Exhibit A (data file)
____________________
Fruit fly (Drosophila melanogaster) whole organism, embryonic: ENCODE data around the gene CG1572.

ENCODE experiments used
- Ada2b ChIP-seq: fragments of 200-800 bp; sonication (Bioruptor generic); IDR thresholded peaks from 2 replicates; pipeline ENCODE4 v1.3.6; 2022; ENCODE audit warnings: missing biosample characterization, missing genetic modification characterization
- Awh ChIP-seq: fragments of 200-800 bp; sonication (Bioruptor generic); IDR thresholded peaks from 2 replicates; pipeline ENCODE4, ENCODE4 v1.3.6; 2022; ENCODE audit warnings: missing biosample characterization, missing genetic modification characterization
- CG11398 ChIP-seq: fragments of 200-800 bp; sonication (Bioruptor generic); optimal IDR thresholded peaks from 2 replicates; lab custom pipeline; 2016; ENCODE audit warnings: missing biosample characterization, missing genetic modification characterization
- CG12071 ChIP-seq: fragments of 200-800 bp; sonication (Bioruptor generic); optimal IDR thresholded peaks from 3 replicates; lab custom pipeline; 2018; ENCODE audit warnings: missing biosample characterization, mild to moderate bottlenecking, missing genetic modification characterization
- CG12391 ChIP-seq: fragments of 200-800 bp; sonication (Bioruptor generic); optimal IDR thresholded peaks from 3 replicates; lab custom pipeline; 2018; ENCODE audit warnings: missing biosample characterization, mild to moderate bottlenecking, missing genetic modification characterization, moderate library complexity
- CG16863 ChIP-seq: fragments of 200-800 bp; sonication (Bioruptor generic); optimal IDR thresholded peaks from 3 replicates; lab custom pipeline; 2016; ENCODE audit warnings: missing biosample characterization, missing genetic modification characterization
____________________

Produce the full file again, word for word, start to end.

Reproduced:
Fruit fly (Drosophila melanogaster) whole organism, embryonic: ENCODE data around the gene CG1572.

ENCODE experiments used
- Ada2b ChIP-seq: fragments of 200-800 bp; sonication (Bioruptor generic); IDR thresholded peaks from 2 replicates; pipeline ENCODE4 v1.3.6; 2022; ENCODE audit warnings: missing biosample characterization, missing genetic modification characterization
- Awh ChIP-seq: fragments of 200-800 bp; sonication (Bioruptor generic); IDR thresholded peaks from 2 replicates; pipeline ENCODE4, ENCODE4 v1.3.6; 2022; ENCODE audit warnings: missing biosample characterization, missing genetic modification characterization
- CG11398 ChIP-seq: fragments of 200-800 bp; sonication (Bioruptor generic); optimal IDR thresholded peaks from 2 replicates; lab custom pipeline; 2016; ENCODE audit warnings: missing biosample characterization, missing genetic modification characterization
- CG12071 ChIP-seq: fragments of 200-800 bp; sonication (Bioruptor generic); optimal IDR thresholded peaks from 3 replicates; lab custom pipeline; 2018; ENCODE audit warnings: missing biosample characterization, mild to moderate bottlenecking, missing genetic modification characterization
- CG12391 ChIP-seq: fragments of 200-800 bp; sonication (Bioruptor generic); optimal IDR thresholded peaks from 3 replicates; lab custom pipeline; 2018; ENCODE audit warnings: missing biosample characterization, mild to moderate bottlenecking, missing genetic modification characterization, moderate library complexity
- CG16863 ChIP-seq: fragments of 200-800 bp; sonication (Bioruptor generic); optimal IDR thresholded peaks from 3 replicates; lab custom pipeline; 2016; ENCODE audit warnings: missing biosample characterization, missing genetic modification characterization